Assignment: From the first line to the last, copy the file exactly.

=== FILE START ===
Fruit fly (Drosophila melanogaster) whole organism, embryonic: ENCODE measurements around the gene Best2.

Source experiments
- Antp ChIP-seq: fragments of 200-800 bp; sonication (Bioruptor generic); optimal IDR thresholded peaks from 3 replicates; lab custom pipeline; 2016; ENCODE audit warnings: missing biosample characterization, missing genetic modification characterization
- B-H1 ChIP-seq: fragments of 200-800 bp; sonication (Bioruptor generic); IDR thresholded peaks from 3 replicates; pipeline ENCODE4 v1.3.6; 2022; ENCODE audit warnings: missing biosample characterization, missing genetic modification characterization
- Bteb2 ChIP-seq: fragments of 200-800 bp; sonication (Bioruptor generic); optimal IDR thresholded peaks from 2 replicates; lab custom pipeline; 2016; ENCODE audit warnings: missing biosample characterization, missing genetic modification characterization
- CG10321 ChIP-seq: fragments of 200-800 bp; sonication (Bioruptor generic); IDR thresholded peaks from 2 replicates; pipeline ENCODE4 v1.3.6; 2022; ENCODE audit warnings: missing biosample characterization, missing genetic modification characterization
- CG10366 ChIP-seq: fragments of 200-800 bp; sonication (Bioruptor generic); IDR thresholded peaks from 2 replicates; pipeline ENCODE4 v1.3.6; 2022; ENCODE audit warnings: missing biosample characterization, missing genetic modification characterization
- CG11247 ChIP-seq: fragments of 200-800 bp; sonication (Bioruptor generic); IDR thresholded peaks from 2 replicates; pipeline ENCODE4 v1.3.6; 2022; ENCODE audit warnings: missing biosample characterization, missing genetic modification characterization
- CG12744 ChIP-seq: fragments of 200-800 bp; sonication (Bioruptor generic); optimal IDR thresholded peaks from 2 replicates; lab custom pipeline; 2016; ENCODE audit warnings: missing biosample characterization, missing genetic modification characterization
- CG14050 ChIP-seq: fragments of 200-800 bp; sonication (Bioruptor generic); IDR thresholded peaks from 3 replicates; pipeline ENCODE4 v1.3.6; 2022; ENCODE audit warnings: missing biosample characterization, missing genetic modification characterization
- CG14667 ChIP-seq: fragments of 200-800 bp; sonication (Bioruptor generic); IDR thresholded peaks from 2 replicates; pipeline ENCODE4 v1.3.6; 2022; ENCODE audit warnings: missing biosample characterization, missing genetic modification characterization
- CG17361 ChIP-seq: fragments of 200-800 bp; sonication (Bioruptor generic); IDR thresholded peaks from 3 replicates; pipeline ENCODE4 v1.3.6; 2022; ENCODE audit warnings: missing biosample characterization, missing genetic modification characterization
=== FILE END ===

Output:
Fruit fly (Drosophila melanogaster) whole organism, embryonic: ENCODE measurements around the gene Best2.

Source experiments
- Antp ChIP-seq: fragments of 200-800 bp; sonication (Bioruptor generic); optimal IDR thresholded peaks from 3 replicates; lab custom pipeline; 2016; ENCODE audit warnings: missing biosample characterization, missing genetic modification characterization
- B-H1 ChIP-seq: fragments of 200-800 bp; sonication (Bioruptor generic); IDR thresholded peaks from 3 replicates; pipeline ENCODE4 v1.3.6; 2022; ENCODE audit warnings: missing biosample characterization, missing genetic modification characterization
- Bteb2 ChIP-seq: fragments of 200-800 bp; sonication (Bioruptor generic); optimal IDR thresholded peaks from 2 replicates; lab custom pipeline; 2016; ENCODE audit warnings: missing biosample characterization, missing genetic modification characterization
- CG10321 ChIP-seq: fragments of 200-800 bp; sonication (Bioruptor generic); IDR thresholded peaks from 2 replicates; pipeline ENCODE4 v1.3.6; 2022; ENCODE audit warnings: missing biosample characterization, missing genetic modification characterization
- CG10366 ChIP-seq: fragments of 200-800 bp; sonication (Bioruptor generic); IDR thresholded peaks from 2 replicates; pipeline ENCODE4 v1.3.6; 2022; ENCODE audit warnings: missing biosample characterization, missing genetic modification characterization
- CG11247 ChIP-seq: fragments of 200-800 bp; sonication (Bioruptor generic); IDR thresholded peaks from 2 replicates; pipeline ENCODE4 v1.3.6; 2022; ENCODE audit warnings: missing biosample characterization, missing genetic modification characterization
- CG12744 ChIP-seq: fragments of 200-800 bp; sonication (Bioruptor generic); optimal IDR thresholded peaks from 2 replicates; lab custom pipeline; 2016; ENCODE audit warnings: missing biosample characterization, missing genetic modification characterization
- CG14050 ChIP-seq: fragments of 200-800 bp; sonication (Bioruptor generic); IDR thresholded peaks from 3 replicates; pipeline ENCODE4 v1.3.6; 2022; ENCODE audit warnings: missing biosample characterization, missing genetic modification characterization
- CG14667 ChIP-seq: fragments of 200-800 bp; sonication (Bioruptor generic); IDR thresholded peaks from 2 replicates; pipeline ENCODE4 v1.3.6; 2022; ENCODE audit warnings: missing biosample characterization, missing genetic modification characterization
- CG17361 ChIP-seq: fragments of 200-800 bp; sonication (Bioruptor generic); IDR thresholded peaks from 3 replicates; pipeline ENCODE4 v1.3.6; 2022; ENCODE audit warnings: missing biosample characterization, missing genetic modification characterization